“We’ve already made our first round of crosses between three breeds native to Britain, Spain and Italy. Now we just have to wait and see how the calves turn out.”

The last animal disappeared from the British Isles in the Iron Age and the breed was declared extinct in 1627 after a female died in the forests of Poland.

Aurochs are depicted in ochre and charcoal in paintings found on the walls of cave galleries such as those at Lascaux in France and Altamira in Spain. Caesar described them in The Gallic Wars as being “a little below the elephant in size” and a favourite hunting prey for wild Germanic tribesmen.

Their abiding mystique means they remain as the symbol of several states and cities in Europe, having figured prominently in Teutonic folklore. In ancient times, killing an auroch was seen as a great demonstration of courage, with the horns turned into silver-clad drinking cups.

Exactly why we need to recreate a breed of cows with the size and temperament of a rhinocerous isn’t abundantly clear, and some researchers suggest that the back-breeding process will produce animals that, while they may look the part, are inevitably very different from the original aurochs at a genetic level. But then it probably won’t be more than a decade or so before we can reliably clone animals from archived DNA samples, Jurassic Park style.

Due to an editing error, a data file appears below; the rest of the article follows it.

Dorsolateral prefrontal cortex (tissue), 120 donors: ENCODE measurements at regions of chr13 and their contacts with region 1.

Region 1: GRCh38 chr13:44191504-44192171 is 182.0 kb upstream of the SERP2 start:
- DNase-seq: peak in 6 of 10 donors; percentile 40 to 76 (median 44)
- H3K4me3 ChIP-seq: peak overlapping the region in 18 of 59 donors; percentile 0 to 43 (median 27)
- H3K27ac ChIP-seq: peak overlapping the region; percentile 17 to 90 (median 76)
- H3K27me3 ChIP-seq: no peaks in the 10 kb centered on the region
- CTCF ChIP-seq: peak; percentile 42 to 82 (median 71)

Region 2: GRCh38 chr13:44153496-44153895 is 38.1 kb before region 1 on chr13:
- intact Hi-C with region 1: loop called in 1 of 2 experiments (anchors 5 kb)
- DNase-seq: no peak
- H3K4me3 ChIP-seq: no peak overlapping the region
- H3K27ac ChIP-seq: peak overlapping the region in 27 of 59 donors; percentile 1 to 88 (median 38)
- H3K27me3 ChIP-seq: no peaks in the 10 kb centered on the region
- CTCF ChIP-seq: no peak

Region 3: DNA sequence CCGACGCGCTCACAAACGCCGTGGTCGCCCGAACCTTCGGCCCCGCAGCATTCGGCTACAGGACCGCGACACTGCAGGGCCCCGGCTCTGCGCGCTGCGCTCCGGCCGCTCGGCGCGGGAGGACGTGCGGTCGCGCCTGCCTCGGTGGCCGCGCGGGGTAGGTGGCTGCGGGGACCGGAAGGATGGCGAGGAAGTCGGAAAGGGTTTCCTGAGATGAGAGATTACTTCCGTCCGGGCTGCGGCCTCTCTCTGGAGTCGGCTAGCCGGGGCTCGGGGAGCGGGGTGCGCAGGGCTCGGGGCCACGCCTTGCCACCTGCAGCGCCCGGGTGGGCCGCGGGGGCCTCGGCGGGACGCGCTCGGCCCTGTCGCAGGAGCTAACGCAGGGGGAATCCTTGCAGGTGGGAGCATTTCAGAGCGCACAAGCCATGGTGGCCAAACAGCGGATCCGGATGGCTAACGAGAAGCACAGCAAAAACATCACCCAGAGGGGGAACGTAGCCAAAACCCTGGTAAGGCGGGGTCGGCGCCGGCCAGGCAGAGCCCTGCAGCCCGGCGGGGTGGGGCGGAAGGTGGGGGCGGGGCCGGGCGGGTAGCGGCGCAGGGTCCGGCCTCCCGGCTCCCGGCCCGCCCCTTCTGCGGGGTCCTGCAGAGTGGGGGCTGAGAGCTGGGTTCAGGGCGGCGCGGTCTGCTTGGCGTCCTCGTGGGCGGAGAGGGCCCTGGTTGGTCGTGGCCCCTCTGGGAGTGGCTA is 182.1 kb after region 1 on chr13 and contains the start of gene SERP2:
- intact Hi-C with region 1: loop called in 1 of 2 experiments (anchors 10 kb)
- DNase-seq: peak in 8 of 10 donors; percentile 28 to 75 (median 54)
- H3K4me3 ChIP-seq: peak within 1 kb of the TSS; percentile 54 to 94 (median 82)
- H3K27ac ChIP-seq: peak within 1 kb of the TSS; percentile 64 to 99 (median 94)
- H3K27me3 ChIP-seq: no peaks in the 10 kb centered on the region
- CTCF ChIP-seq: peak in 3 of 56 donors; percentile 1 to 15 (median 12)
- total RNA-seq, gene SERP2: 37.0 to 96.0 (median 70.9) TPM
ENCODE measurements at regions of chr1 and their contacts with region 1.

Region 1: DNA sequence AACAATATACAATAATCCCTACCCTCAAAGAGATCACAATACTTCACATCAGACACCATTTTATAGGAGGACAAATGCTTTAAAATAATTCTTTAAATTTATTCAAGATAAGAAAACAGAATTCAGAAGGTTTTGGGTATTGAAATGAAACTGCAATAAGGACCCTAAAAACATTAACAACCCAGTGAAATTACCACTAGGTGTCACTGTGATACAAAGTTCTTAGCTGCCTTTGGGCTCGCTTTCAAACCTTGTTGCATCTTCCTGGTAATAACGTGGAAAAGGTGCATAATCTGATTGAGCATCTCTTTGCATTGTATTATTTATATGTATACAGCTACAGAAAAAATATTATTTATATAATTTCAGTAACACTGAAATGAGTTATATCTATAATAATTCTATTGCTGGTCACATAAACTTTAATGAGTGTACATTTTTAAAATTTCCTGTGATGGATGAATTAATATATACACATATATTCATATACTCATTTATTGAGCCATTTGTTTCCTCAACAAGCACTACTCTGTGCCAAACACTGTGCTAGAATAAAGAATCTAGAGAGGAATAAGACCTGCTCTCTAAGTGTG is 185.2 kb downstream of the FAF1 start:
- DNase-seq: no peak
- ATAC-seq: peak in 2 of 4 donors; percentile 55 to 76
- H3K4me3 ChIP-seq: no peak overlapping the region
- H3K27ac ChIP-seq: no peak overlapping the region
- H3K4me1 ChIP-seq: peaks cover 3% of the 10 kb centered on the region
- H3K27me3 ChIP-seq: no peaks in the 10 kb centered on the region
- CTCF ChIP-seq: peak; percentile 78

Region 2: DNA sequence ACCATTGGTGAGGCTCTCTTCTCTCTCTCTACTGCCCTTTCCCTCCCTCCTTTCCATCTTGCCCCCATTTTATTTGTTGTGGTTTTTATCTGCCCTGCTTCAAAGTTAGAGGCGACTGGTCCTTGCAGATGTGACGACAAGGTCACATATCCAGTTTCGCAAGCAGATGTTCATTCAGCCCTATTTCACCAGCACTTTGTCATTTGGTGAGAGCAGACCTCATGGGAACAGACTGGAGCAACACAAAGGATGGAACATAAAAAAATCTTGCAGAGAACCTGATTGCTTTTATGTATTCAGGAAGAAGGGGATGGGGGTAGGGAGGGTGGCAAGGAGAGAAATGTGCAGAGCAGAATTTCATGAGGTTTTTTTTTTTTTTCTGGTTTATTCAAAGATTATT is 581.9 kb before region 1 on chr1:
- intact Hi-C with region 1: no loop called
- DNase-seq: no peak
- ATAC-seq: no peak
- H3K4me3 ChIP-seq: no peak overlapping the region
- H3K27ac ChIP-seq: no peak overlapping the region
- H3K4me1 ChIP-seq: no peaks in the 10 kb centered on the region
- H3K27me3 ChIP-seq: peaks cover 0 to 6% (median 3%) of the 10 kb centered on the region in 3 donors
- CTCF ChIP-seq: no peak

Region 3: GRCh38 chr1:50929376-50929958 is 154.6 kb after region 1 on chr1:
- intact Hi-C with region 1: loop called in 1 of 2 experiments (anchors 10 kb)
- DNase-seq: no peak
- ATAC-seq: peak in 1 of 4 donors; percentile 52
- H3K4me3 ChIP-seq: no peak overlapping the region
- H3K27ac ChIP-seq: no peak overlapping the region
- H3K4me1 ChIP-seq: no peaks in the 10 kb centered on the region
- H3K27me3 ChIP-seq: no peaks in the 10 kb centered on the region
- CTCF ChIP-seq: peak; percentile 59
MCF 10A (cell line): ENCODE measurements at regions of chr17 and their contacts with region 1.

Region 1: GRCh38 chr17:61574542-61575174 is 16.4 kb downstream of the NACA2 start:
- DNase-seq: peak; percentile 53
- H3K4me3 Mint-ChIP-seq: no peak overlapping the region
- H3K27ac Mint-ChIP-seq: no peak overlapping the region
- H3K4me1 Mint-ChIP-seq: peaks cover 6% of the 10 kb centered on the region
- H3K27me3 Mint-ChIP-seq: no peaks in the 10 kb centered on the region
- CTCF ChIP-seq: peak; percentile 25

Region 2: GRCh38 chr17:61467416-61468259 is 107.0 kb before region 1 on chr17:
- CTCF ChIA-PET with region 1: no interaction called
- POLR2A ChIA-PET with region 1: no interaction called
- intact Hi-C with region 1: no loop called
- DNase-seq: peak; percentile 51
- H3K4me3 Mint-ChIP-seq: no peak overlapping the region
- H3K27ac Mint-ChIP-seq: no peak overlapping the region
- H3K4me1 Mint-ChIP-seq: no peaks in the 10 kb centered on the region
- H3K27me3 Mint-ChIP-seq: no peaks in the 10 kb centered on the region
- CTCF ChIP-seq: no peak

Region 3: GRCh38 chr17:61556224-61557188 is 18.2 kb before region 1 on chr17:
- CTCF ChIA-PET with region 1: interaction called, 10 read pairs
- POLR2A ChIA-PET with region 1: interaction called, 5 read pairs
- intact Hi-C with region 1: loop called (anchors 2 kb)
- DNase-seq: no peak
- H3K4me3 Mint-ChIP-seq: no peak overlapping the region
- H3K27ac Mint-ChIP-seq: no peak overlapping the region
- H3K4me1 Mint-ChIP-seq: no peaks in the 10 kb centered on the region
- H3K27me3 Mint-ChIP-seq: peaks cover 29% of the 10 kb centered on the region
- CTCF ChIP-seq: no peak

Perhaps retro-engineered auroch hunting will become the European equivalent of the rich man’s African safari holiday? I’d be right behind that idea, on the proviso that the would-be hunters were obliged to use the weapons of the Middle Ages in their attempts to bag a trophy… 😉


The Google PageRank algorithm and extinction analysis

Paul Raven @ 07-09-2009

cod fishMost of us are familiar with the concept of the ecosystem – the idea that all living things are interconnected with (and interdependent on) one another and the environment they live in. Can you think of something beyond nature that behaves like an ecosystem?

If you answered “the internet”, then give yourself a cookie –  you had the same thought as a gang of biologists and ecologists who’ve just published a paper examining ways to use a computational algorithm – much like the one used by Google for calculating the search engine ranking of webpages – to determine which endangered species are most at risk, and which are most crucial to the survival of others.

In simple terms, PageRank rates the importance of websites and ranks them in a list compared to other websites. Sites with a higher ranking are those that are linked to more often by other sites and therefore have a greater number of connections.

Adapting this approach to ordering the web of connections within an ecosystem allows species to be ranked in importance by virtue of how many other species are linked to them.